“Some problem with the nuclear thing again …” Such is the breezy way locals in a remote New Mexico community shrug off a declared state of emergency following a nearby uranium mine accident in “Angels Fall,” Lanford Wilson’s 1982 drama at the Lex Theatre.
Less nonchalant about the resulting highway closures — not to mention the potential radiation hazards — are two pairs of motorists forced to seek refuge from the heat in a humble adobe mission.
This pretext for assembling a diverse cross-section of characters is admittedly a bit labored and melodramatic; in his better-constructed plays, the late Wilson achieved the same end within more naturalistic setups. Nevertheless, the playwright’s signature generosity of spirit — his exploration of human fallibility with insight and empathy rather than judgment — is fully illuminated in a revival from the Production Company that advantageously applies its staging resources.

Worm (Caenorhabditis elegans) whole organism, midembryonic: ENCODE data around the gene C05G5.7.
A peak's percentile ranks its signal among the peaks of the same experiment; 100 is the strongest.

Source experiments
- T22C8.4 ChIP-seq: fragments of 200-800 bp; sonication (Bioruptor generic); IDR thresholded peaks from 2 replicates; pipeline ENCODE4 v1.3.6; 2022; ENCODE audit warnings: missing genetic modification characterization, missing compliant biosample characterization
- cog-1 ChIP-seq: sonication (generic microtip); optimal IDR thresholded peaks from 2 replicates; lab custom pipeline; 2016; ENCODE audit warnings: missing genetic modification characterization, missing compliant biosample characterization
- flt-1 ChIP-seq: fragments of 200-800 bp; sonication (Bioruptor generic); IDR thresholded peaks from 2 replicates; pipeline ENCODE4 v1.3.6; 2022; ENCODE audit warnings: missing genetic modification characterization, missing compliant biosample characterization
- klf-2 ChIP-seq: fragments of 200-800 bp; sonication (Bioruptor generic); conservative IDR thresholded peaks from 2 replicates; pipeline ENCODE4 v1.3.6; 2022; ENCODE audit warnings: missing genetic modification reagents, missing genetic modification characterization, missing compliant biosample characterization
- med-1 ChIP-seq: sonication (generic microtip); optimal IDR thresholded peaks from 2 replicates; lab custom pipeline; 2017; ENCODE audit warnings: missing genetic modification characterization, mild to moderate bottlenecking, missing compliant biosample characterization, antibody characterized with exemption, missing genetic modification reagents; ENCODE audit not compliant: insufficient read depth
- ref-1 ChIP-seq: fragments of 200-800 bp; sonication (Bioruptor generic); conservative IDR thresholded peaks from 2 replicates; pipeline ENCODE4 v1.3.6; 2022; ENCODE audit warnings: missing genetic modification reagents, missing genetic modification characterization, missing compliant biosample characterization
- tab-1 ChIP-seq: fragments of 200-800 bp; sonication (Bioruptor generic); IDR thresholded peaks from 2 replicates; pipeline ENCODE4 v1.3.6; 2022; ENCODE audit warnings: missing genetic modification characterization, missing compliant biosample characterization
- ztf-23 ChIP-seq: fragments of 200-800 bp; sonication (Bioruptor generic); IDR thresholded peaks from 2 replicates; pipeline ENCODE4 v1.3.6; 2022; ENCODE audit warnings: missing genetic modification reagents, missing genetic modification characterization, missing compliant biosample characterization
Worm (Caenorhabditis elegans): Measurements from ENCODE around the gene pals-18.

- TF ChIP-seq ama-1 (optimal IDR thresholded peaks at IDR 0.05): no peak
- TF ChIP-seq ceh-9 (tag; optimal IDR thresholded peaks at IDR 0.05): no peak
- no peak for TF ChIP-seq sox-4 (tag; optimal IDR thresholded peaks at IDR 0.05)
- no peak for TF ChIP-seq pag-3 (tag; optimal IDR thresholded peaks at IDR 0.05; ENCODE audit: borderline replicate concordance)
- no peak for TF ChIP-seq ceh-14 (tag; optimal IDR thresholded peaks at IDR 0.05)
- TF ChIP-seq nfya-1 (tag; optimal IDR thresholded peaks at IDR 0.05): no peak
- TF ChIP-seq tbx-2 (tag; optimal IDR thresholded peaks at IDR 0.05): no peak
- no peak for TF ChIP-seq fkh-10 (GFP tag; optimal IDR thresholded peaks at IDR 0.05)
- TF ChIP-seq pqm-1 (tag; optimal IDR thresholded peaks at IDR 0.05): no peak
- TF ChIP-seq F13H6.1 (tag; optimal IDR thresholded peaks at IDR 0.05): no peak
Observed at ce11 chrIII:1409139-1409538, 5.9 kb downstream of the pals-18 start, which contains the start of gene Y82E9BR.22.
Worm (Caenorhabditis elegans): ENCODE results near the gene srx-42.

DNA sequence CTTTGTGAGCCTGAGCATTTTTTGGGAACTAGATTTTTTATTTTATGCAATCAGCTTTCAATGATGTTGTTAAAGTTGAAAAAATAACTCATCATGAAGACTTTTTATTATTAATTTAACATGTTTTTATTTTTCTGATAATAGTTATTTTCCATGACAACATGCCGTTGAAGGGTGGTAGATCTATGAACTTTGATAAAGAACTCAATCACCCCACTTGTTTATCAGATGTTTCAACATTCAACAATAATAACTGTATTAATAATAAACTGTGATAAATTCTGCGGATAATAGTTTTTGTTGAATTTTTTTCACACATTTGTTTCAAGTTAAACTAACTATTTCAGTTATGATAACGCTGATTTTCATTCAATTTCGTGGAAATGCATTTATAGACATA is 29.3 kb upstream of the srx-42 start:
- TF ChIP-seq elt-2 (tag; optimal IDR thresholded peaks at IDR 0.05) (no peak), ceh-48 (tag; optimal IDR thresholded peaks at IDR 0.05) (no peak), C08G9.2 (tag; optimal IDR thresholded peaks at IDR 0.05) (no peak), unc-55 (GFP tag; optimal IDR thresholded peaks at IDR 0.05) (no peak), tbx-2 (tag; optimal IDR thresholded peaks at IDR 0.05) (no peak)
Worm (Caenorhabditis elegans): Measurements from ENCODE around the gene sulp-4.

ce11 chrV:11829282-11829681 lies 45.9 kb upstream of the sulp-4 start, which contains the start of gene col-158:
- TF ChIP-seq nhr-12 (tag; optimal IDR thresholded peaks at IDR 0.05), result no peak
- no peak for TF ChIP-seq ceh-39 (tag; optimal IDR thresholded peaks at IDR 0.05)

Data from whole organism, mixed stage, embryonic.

Director Alex Egan is particularly adept with the precision timing required for the play’s abrupt shifts of tone. A precisely-timed silence following some humorous banter suffices to convey dawning uncertainty and helplessness as the six characters grapple with internal and external stresses.
A solid cast clearly delineates these carefully-drawn personalities, each facing a crisis of faith, whether spiritual or secular, in the assumptions that have given their lives meaning. In standout performances, Stewart Skelton and Gabe Fonseca dig deepest into their respective roles as a disillusioned Ivy League professor and a conflicted half-Indian doctor tempted to abandon his disadvantaged community for a prestigious research position.
A more evenly-matched ensemble would have better served the play’s scope, but Wilson’s message is no less eloquent: even when angels fall, redemption is still possible.
“Angels Fall,” The Lex Theatre, 6760 Lexington Ave., Hollywood. 8 p.m. Fridays and Saturdays, 3 p.m. Sundays. Ends Dec. 22. $25. (800) 838-3006 or www.theprodco.com. Running time: 2 hours, 15 minutes.